Murder Ink: Joining the Burke brigade
'Robicheaux' by James Lee Burke will have you lining up for more

Murder Ink: Joining the Burke brigade
Jeffrey Mannix - 02/01/2018

The big news in fiction publishing for 2018 is the Simon & Schuster January release of a new book by America’s best known and unarguably most skilled crime fiction writer, James Lee Burke. His new book, Robicheaux, is a long-awaited return to the atmospheric New Iberia/New Orleans domain of all things that lie then bite or sting to kill.

Burke’s Detective Dave Robicheaux, of the New Iberia Sheriff’s Department, and his Vietnam war sidekick, washed-out private investigator and ball buster Clete Purcel, have starred in 21 of Burke’s extraordinary oeuvre of 36 hardback fictions. Just when you feel Burke’s greatest book is the one you’ve just read, there comes another to eclipse it. His writing is thick and aromatic and full of completely formed characters, like Fat Tony Nine Ball; Didoni Giacano; Whitey (“I try to be kind to dumb Polacks, but I’m about to stuff you in the storm sewer”) Zeroski; Sheriff Helen Soileau; Nig Rosewater & Wee Willie Bimstine; Jimmy Nightingale; and Kevin Penny (“a man with a complexion like mold on a lamp shade.”) Then there’s the fecund, seething Bayou Teche, where nobody drowns before being eaten.

Burke’s plots pound away at you; he uses up the language. He’s a moralist, a Southerner, and I’d guess he’s a cop hater; and he’s a writer who doesn’t care what you think about run-on sentences of a hundred words or whether or not you like his point of view.

He’s a lone wolf who every other writer has been encouraged by and has plagiarized, if not in word than in spirit. James Lee Burke is a titan of fiction writing, someone the Denver Post, which has no skin in the publishing game, called “America’s best novelist.”

I started reading crime fiction many years ago with Burke, and Robicheaux is not so much better than any of Burke’s other remarkable books. But Burke is older now and more disappointed in people, and this new book bubbles right to the top with sentences like: “The South has changed in many ways, but beyond the sophistry and hush-puppy platitudes is a core group that is as malignant and hot and sweaty as a torchlit mob flinging a rope over a tree limb;” or, “He wore his irritability like a flag.” Here’s what the flyleaf on the dustcover says: “What emerges is not only a propulsive and thrilling novel but a harrowing study of America: this nation’s abiding conflict between a sense of past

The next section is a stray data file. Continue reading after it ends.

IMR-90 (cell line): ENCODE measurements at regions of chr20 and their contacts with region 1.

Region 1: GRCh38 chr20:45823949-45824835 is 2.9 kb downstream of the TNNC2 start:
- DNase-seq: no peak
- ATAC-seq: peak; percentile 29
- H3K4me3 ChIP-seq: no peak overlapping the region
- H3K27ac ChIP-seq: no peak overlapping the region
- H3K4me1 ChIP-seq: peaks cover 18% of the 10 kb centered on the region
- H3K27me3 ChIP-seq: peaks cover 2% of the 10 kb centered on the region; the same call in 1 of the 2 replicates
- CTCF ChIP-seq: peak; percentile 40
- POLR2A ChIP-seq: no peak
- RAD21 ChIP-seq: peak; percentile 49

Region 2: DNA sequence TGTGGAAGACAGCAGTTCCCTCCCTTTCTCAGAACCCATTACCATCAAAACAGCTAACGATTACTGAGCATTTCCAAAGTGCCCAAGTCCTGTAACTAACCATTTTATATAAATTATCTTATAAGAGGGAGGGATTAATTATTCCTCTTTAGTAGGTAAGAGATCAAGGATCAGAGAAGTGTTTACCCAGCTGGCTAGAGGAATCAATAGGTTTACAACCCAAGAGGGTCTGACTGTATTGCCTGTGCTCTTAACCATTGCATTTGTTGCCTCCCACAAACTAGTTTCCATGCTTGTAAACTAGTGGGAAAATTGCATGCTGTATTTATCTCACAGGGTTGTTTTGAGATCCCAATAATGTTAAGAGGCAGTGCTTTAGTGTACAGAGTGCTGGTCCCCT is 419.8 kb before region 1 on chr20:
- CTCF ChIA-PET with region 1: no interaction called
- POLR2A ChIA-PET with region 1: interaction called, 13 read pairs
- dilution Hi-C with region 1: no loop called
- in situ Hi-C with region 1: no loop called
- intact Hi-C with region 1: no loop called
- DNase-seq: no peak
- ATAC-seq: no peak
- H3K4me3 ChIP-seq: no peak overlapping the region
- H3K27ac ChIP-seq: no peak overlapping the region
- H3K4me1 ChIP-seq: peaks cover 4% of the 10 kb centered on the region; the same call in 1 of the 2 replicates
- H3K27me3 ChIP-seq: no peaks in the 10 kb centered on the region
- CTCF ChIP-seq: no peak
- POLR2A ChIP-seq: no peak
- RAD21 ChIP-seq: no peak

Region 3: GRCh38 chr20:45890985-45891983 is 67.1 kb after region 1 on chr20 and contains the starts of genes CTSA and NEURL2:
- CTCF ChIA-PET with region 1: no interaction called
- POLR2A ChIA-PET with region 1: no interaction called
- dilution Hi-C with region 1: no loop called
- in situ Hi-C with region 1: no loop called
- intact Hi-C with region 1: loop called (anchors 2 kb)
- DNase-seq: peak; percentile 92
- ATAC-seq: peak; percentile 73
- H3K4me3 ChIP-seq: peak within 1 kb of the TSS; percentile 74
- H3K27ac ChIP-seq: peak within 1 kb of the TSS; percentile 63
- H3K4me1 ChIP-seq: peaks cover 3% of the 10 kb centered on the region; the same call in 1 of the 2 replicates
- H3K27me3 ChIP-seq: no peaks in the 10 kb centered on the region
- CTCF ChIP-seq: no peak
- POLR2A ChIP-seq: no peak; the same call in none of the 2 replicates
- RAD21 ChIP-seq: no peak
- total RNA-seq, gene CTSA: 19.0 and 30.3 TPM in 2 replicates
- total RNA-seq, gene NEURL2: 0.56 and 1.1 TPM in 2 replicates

grandeur and a legacy of shame, its easy seduction by demagogues and wealth, and its predilection for violence and revenge.”

Detective Dave Robicheaux is a man tortured by alcohol and nightmares of Vietnam and being a homicide cop and hurting people and being hurt. And in this  episode, the aging avenger finds himself investigating the killing of a man he’s convinced got away with murdering Robicheaux’s wife, Molly, many years ago. And he’s not entirely sure it isn’t himself he’s investigating, after the one night in 22 years he went to a bar instead of his AA meeting and his finger-prints were lifted from the scene. If you are an inveterate crime fiction reader, you know about Burke and have read more than a few of his books, and I’m wasting my time telling you about a new Burke book that’s already on your list. If you’re new to this exciting genre of growing prominence, be warned that this is a high-risk book for developing a substance abuse problem without a known cure. When you’re done with Ro-bicheaux, you’ll want more Burke no matter how advanced your jones is, and you should go immediately to his post-Katrina story, The Tin Roof Blowdown. Phew!

All of Burke’s books, at least the Robicheaux/Purcel New Iberia crime fictions, are keepers for rereading. Maria’s Bookshop will give a 15 percent discount on Robicheaux and all “Murder Ink” books, so skip lunch with whosis, buy the nicely made hard-back, then write a letter to the Durango Telegraph thanking them for providing you with a reason to stay home, offline and uncounted.

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